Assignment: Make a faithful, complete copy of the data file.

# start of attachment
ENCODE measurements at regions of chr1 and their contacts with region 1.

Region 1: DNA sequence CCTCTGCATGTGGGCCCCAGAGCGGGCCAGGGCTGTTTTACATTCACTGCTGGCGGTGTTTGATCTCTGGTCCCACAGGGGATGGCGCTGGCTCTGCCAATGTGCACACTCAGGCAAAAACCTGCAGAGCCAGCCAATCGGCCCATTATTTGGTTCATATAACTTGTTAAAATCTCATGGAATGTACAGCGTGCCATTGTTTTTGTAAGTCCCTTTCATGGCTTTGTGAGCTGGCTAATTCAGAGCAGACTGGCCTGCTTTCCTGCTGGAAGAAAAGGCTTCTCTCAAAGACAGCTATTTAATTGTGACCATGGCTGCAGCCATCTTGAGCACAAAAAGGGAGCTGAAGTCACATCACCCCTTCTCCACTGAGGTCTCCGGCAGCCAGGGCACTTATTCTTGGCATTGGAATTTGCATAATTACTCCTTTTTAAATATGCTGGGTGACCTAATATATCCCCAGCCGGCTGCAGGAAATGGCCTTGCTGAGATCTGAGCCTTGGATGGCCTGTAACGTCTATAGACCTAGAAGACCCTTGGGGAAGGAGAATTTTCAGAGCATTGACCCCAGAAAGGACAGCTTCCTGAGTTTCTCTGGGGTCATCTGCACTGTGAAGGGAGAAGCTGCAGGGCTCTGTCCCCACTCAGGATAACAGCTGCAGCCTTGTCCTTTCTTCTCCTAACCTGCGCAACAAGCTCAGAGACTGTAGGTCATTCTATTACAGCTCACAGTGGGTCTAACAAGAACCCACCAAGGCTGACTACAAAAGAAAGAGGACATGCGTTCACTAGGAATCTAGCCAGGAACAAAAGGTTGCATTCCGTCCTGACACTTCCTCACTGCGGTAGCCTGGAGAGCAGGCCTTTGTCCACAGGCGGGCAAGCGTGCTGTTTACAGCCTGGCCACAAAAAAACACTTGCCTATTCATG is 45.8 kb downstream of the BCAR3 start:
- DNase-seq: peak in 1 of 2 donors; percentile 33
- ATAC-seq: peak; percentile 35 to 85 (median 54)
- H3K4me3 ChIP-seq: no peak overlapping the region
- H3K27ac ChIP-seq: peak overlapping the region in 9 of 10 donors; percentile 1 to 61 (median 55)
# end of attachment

ENCODE measurements at regions of chr1 and their contacts with region 1.

Region 1: DNA sequence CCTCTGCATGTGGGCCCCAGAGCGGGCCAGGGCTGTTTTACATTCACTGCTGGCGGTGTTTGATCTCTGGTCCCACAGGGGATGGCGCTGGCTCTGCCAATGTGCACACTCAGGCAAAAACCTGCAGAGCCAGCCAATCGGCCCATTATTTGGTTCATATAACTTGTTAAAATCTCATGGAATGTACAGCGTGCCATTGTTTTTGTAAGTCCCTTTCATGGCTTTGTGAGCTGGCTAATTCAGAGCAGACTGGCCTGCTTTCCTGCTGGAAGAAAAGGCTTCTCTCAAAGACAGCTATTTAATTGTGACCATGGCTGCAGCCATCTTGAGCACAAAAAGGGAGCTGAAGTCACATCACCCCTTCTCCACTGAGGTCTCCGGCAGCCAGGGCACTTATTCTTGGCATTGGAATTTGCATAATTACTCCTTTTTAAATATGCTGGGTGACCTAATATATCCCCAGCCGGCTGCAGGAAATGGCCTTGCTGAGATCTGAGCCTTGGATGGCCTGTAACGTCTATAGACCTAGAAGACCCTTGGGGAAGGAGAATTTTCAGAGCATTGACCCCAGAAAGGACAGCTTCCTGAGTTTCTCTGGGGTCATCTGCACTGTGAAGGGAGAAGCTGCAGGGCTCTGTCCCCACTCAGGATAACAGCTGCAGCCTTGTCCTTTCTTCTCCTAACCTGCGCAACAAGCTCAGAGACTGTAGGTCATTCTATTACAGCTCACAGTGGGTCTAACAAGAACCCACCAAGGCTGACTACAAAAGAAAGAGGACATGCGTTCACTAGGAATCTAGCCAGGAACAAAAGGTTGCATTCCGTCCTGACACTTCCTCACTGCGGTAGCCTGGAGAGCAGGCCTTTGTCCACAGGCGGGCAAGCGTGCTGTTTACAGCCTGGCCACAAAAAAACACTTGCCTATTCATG is 45.8 kb downstream of the BCAR3 start:
- DNase-seq: peak in 1 of 2 donors; percentile 33
- ATAC-seq: peak; percentile 35 to 85 (median 54)
- H3K4me3 ChIP-seq: no peak overlapping the region
- H3K27ac ChIP-seq: peak overlapping the region in 9 of 10 donors; percentile 1 to 61 (median 55)